Stephen Greco's Reinvention

BY BRIAN MCCORMICK | Stephen Greco has some big dancing shoes to fill. He works in the office where Marion Dienstag sat for a time, after she led Dance Theater Workshop into the new millennium with a brand new building and a fully loaded theater. Before her, David R. White, the kingmaker, reigned over these lands for a quarter century.

Greco was named the new executive director of the 43-year-old Chelsea institution in the summer of 2007. His appointment surprised some people; many of the staff at DTW didn't know he had founded a company and written three novels. He admits he has no background in arts administration. But he's had a long relationship with the organization and all the right stuff to put dance and DTW loudly and clearly on the cultural map, and in the budgets of major arts players.

DTW's new executive director reflects on six months at helm.

Greco came to New York City to be a poet in 1975, and instead took a job as the editor at Stagebill, where he stayed until 1984. He was senior editor for arts and entertainment at 7 Days magazine (1988-90), and then senior editor of Interview magazine (1990-94).

“I dated every male model and some women, too,” recalled Greco of his time working with Ingrid Sischy.

He was also the editorial director and co-founder of (1996-2001), an urban youth culture web portal, then editorial director and co-founder of Empire magazine (2001-03); and is editor-at-large for Trace Magazine. He's also been a member of the New York Dance and Performance (“Bessie”) Awards Committee since 1985, on the invitation of David R. White himself.

“Coming here as a journalist is quite a different experience from sitting here in this chilly, imperial suite,” said Greco, “but inviting artists up and talking with them about their work is no less enriching.”

Greco shares leadership for the organization with artistic director Carla Peterson, who was appointed just a year before him.

As executive director, Greco will be responsible for all aspects of Dance Theater Workshop's operations, including overseeing the organization's long-range planning, fundraising, institutional partnerships, budgeting, and the management of its board of directors and staff.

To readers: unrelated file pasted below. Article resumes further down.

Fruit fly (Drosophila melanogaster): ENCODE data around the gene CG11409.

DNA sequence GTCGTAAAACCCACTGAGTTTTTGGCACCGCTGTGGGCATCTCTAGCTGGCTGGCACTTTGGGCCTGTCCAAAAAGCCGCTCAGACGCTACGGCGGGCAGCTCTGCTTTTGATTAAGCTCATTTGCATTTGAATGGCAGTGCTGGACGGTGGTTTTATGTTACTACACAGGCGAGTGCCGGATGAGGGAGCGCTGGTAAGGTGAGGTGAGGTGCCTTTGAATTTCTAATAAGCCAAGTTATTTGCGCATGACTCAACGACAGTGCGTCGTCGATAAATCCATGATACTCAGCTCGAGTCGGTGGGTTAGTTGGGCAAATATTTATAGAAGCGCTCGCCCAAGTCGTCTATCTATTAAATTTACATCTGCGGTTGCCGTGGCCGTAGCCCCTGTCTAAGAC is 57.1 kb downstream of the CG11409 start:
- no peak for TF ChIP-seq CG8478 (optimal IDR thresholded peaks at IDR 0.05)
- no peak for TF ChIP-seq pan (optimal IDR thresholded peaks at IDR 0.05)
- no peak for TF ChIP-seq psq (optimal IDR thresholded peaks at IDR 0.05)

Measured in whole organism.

One of the biggest tasks is paying off the debt incurred by taking on a new building.

“The architecture of recovery is firmly in place,” said Greco. “There is no reason for me to change course. There are new contextualizing elements and factors. But I've essentially plugged myself into a healthy ongoing organism.”

He added, “We're definitely looking to expand our sources of funding. Many corporations still don't realize Dance Theater Workshop is a major institution. There are corporate funders at BAM and Lincoln Center, there's no reason we can't have a rung of corporate support. It's all a question about the value of dance – in America, in the world today. Is there value? If we really believe it, let's share it and market it.”

The esoterica of contemporary dance and performance can be off-putting, conceded Greco. “In Chelsea, you can graze through 20 openings in a couple of hours and get a casual idea of what's going on in the art world.”

Dance, requires patience.

“People don't have to prepare to look, but they have to look, ” he said.

Greco has consulted for transnational corporations on marketing and branding strategies and served as a business advisor and editorial consultant for a wide array of contemporary arts organizations and publications for more than 30 years. He pointed to what he calls a “major trend in marketing and entertainment toward a triumph of experience over product in American culture that could and will benefit dance over the years.”

But Greco also warned of both resistance and the persistence of protectionist ideology.

“There are people who claim that dance is a democratic, wide-ranging form, but then they act all Episcopalian, they don't want others in,” he said.

Greco, who co-founded the Publishing Triangle's Ferro-Grumley Awards for LGBT fiction, has always been open about his sexual identity, and believes it gives him unique insights into dance.

“There is no greater genetic blessing than gayness,” he said. “It's not just about interior decorating, but the body and its truths. We have this special connection to dance, the truth of the physical, the affection, ritual, pleasure, joy, investigation of movement, breathing, contractions, relaxations.”

After the bubble burst and his web company “ended” in 2001, Greco wrote his first book, “The Sperm Engine,” a collection of both short stories and diary entries documenting gay sexual adventures.

“Writing rocked my world,” said Greco. “The transformative act of writing fiction was as earth-shattering as coming out.

Greco was also invited to put several stories up on Amazon shorts, an online collection of exclusive unpublished material, including one story that has been optioned by Hollywood. Much of this activity was recent, right after he came on at DTW, but Greco doesn't plan on moving to LA anytime soon.

“I'm in this for the long haul,” he pledged. “Of course, now it's hard to see anything. I've been to two operas and hardly any ballet. A night on the town used to consist of a store opening, a product launch, a performance, and an after-party. My Patrick McMullen sightings are way down.”